Not so terrible, unless we want the best to become the enemy of the good.
First- full disclosure. I am a retired political scientist who, in my salad days, back in the 80s and 90s, was a member and then Chair of the Connecticut State Ethics Commission. When my term ended I was appointed to a temporary state task force on #campaignfinancereform.
At that time (and this is still true) I favored public financing of political campaigns. But after extensive research, admittedly in those pre-internet days, I came to the conclusion that even that didn’t work so well, because money, like water, tends to seep around and under any barriers designed to curtail it. In the end, we all agreed that only direct media subsidies (without money flowing into the campaign) would work— a conclusion now probably out of date.
We could not have anticipated online fundraising- an amazingly positive contribution to American politics, even though we may not always like the results. On the other hand, the influence of #bigmoney remains pernicious- witness candidates who continue to deny that the climate is in crisis, almost certainly because they receive big donations from oil companies.
More controversial is the #self-funding of political campaigns. Yes, it is probably “unfair.” But short of massive campaign finance reforms that might or might not work, we should probably accept it. Tom #Steyer was funding Next-Gen America to register 18-year-olds across the country months before he announced he was a candidate for President. And he has pledged to continue his efforts even if he is not the candidate. #Bloomberg supported groups combating gerrymandering, and, as with Steyer, has pledged to continue funding the presidential campaign against Trump no matter whether or not he is the Democratic candidate.
Let’s be honest, neither candidate is now at the top of the Democratic pack, although that could change. So, if Bloomberg’s money were to flow into registering young Hispanics in Texas, as my favorite new political prognosticator @RachelBitecofer would recommend, that would be amazing. Or if Tom Steyer used not only his money but also his considerable knowledge and 10 years of experience concerning the #ClimateCrisis to make the issue front and center in the elections it could force the eventual nominee to go way beyond just rejoining the #ParisTreaty and reducing emissions by 2050. But more on that later.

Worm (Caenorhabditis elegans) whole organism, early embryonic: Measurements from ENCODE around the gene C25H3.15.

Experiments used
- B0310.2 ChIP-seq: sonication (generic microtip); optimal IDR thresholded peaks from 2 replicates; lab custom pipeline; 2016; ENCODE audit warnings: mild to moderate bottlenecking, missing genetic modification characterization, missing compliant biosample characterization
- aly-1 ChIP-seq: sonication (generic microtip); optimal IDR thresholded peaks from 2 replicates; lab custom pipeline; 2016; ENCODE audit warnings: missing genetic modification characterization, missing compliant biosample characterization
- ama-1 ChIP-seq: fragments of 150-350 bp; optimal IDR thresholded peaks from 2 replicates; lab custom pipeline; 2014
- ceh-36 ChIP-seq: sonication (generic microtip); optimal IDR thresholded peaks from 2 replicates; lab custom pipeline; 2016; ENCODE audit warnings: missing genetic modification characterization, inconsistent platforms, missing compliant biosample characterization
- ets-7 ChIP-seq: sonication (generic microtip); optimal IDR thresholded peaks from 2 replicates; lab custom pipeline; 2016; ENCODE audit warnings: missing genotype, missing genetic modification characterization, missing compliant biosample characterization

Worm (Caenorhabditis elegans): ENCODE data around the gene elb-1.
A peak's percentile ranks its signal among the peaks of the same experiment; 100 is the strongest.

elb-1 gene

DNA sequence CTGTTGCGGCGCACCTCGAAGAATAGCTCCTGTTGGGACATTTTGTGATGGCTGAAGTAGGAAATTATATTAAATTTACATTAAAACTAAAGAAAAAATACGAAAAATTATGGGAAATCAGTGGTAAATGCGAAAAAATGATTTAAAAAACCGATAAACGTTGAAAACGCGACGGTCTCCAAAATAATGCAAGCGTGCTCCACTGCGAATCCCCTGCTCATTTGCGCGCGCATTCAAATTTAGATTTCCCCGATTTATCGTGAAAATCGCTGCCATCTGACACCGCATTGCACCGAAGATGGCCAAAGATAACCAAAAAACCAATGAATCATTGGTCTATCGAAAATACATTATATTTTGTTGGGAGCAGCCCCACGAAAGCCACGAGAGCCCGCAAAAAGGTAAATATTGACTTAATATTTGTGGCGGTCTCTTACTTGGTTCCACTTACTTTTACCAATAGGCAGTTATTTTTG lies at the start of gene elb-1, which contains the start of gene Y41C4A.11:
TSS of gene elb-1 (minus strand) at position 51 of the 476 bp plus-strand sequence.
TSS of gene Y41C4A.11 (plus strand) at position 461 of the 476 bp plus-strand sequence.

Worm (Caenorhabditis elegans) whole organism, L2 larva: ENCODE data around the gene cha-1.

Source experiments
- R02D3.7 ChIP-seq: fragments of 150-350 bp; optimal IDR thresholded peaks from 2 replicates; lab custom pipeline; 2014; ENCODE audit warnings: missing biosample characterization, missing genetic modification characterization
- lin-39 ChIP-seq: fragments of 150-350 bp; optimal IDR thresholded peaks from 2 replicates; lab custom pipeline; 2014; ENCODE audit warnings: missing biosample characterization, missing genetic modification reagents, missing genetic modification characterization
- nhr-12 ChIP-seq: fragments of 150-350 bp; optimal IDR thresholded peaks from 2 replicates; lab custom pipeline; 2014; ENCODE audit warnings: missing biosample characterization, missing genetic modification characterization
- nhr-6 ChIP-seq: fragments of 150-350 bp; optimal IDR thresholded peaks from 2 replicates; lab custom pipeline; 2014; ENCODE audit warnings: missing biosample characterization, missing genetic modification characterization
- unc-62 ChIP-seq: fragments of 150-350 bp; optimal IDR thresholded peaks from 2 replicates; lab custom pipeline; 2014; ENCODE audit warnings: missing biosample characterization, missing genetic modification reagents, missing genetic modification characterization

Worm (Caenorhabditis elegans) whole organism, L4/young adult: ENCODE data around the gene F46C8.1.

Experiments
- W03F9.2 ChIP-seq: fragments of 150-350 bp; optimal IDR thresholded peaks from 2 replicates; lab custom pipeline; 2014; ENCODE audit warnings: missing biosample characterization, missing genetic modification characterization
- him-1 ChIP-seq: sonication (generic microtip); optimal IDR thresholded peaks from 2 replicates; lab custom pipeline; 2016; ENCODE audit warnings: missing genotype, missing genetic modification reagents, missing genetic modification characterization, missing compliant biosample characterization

2 thoughts on “So What is Wrong with Steyer and Bloomberg Massively Funding Their Own Campaigns?”
Your impressive, Thank you for the information, I always value data and as an academic will enjoy your insight. Agreed totally on Steyer, although after Bloomberg being a U.N. Special Envoy, C40 Mayor’s Initiative and the BNEF in Capetown as an NGO I have to say the man can do some good, as we saw first hand, in S.A. and in NYC. It is a shame we can’t create a independent libertarian 3rd party, as there are many things that If this new Democrat party has just lost the plot on, nothing is really done for the good of the country just whatever it takes to grab a identity vote. Even Obama stated the Democrats have moved way to far to the left and he was the most liberal president we have had.
We certainly need a wider range of intelligent ideas in our politics. So, although I am not a libertarian, I agree with the intent of your comment